What is Wabi-Sabi?
We hear and read about the term Wabi-Sabi more and more often. According to numerous blog and magazine articles it is believed to be one of the major trends in 2018. Why that is predicted, I’ll talk about later on. Firstly I would like to explain the meaning of this term and it has its origin.
Wabi-Sabi is a Japanese aesthetics and world view someone can live by. It’s original meaning is quite complex to be understood and translated. Over time it’s meaning has evolved and the design world has found it’s translation.
The focus of this world view is the acceptance of transience and imperfection – the imperfect, impermanent and incomplete beauty. Wabi-Sabi was not founded in the today’s world, it has evolved over centuries. The term made it’s first appearance around 700 years ago. Also both words have a separate meaning. Wabi can be equated with rustic simplicity, freshness, quietness and uniqueness. Sabi can be translated as beauty and/ or serenity that comes with age. This appears on objects as patina, wear and any visible repairs.
Wabi-Sabi can be explained and lived as a lifestyle. Initially the term comes from Buddhist teaching. The Mahayana Buddhist describes Wabi-Sabi as liberation from a material orientated world and transcendence to a simpler life.
The Western world however had adapted the Greeks ideal. For them, aesthetic was the perfection and beauty of people and objects. Which we are still striving for.
In our fast paced forward moving world, overhwelming media and perfection seeking society we will be looking for a simplified life again. Our homes, where we feel the most protected as well as comfortable, have been declared by influential designers as our retreats. That is the place where we charge our energy levels after a busy day. Wabi-Sabi introduces a less material orientated world, being happy, mindful and seeing the supposed perfection in the things we already possess.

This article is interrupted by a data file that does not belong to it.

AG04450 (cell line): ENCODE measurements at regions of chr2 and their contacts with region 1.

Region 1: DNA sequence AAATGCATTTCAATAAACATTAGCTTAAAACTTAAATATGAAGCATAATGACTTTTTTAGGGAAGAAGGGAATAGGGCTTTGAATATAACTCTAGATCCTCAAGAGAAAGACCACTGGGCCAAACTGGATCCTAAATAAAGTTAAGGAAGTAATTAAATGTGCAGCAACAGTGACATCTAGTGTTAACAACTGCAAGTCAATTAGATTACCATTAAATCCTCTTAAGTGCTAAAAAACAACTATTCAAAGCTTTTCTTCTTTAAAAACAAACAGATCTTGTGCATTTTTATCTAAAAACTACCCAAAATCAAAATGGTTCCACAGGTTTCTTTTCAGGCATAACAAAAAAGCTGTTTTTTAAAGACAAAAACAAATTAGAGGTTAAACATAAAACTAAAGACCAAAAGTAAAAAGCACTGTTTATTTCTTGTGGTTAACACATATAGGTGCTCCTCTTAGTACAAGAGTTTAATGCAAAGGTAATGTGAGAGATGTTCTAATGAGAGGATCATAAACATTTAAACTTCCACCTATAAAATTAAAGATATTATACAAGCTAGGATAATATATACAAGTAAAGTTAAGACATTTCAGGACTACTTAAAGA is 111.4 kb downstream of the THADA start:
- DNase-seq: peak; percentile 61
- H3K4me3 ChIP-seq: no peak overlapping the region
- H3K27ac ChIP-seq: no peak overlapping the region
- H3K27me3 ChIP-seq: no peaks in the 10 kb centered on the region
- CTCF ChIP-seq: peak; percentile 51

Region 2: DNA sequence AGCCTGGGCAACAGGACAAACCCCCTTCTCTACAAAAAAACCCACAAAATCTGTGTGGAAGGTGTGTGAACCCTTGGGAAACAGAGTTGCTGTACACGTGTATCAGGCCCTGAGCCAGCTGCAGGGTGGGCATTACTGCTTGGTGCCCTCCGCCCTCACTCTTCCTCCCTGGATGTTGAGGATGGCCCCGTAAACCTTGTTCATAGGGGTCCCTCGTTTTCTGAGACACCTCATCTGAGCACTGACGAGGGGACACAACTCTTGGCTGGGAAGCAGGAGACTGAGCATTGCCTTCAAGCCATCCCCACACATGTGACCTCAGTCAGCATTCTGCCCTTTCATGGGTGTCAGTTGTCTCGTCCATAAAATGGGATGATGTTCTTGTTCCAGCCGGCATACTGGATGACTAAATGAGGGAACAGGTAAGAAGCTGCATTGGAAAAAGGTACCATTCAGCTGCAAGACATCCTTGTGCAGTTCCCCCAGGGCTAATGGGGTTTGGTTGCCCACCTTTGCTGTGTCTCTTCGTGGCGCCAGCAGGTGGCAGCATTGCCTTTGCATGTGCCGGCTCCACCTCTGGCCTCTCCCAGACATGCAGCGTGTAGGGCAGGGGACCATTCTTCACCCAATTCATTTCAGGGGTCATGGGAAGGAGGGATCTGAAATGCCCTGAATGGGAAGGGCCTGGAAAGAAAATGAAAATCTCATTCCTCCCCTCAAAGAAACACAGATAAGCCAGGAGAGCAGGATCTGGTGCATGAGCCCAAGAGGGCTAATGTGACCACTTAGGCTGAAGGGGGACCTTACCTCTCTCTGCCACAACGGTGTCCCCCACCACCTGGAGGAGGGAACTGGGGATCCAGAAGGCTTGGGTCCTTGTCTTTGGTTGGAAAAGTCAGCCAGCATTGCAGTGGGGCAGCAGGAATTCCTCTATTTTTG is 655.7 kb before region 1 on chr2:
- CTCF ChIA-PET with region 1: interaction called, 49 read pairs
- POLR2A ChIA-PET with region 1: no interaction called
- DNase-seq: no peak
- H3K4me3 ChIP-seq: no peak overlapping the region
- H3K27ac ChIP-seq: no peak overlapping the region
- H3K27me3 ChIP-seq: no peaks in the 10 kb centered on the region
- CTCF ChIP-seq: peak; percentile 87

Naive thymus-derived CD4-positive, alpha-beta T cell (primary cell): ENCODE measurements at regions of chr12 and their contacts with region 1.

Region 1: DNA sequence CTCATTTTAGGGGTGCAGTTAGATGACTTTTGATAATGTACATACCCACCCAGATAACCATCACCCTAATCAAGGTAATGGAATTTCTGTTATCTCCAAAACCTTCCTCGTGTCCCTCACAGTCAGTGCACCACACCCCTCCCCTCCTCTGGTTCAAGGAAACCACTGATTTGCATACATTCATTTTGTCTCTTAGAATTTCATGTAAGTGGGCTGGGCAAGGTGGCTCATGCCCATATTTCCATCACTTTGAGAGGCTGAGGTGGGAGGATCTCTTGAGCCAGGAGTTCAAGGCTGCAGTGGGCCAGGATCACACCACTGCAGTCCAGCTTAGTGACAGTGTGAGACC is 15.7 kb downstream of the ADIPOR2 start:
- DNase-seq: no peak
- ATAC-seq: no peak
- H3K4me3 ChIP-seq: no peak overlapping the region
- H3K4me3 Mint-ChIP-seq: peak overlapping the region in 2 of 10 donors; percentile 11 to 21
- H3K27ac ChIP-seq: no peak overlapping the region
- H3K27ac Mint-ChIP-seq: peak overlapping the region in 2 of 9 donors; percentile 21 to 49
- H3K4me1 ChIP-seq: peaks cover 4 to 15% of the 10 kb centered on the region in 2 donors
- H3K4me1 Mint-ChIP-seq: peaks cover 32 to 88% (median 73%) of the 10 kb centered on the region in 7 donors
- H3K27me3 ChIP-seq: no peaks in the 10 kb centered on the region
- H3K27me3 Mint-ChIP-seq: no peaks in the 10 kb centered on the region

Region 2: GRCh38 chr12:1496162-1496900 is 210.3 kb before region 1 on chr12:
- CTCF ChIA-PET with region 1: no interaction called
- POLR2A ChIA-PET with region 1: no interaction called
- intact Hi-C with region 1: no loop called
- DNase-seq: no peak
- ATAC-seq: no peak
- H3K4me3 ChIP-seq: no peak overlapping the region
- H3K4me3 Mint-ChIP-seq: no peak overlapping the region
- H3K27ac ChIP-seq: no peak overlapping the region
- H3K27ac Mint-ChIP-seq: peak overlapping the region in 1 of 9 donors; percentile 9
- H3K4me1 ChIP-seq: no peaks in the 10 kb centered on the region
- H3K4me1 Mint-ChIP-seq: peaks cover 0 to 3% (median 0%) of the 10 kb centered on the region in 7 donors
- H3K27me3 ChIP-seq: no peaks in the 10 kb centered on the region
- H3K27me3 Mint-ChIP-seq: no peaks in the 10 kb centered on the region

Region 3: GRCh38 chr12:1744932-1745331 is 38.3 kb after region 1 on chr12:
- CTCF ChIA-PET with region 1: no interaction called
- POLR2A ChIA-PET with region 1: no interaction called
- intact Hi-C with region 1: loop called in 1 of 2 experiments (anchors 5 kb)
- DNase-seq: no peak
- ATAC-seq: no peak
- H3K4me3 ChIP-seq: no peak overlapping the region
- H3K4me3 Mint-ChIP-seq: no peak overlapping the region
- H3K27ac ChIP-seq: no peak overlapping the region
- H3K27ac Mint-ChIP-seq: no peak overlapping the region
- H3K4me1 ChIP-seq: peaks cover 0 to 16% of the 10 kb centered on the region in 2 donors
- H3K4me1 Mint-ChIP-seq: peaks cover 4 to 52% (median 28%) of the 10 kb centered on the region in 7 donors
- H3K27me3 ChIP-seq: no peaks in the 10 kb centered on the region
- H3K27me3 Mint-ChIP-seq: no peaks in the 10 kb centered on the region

All great things are preceded by chaos – Deepak Chopra
How can Wabi Sabi be used in interior design?
Now that we know what the term Wabi-Sabi means, I would like to take a closer look how it can be implemented into interior design and decoration. To create the look successfully the following style characteristics, describe the trend.
- appreciation of the ingenuous integrity of natural objects and processes
- incorporate old, meaningful pieces in your decor
The designer faces the challenge to create an authentic look as much as possible. It is mainly achieved by using items which are clearly aged and worn. Having said that homeware manufacturers saw the potential to sell new pieces which are made to look old. Creating the look with those pieces would not be considered as authentic. However, a very small portion of these pieces can be used to create a Wabi-Sabi look.
Mostly organic shapes, which underlines imperfection, represents that style. Mainly natural materials such as linen, cotton, wood, metals, etc. are used as well. The colour palette includes earthy hues or any other colour which are of natural occurence.
The trend of Wabi-Sabi goes towards handcrafted objects again instead of having mass produced furniture pieces. This trend sees the beauty in authentic timeworn treasures and imperfect handcrafted objects passed on from generations for instance. But also, not everything old means is an object of Wabi-Sabi.
Mainly furniture of very simple shape and made of organic materials are used to create that look. E.g. timber coffee table and stools, leather chairs, linen sofas. I could see similarities to medieval furniture pieces which is dominated by simple lines/ shapes as well as in the simplicity itself.
Since Wabi-Sabi is a way of living which enhances to practice a sustainable approach, e.g. minimising waste, recycling and repurposing of objects. That style let us think more about our throwaway culture. Recycling has been a major subject in the past few years.
I like the concept of Wabi-Sabi. The deeper meaning behind that trend has resonated with me the most.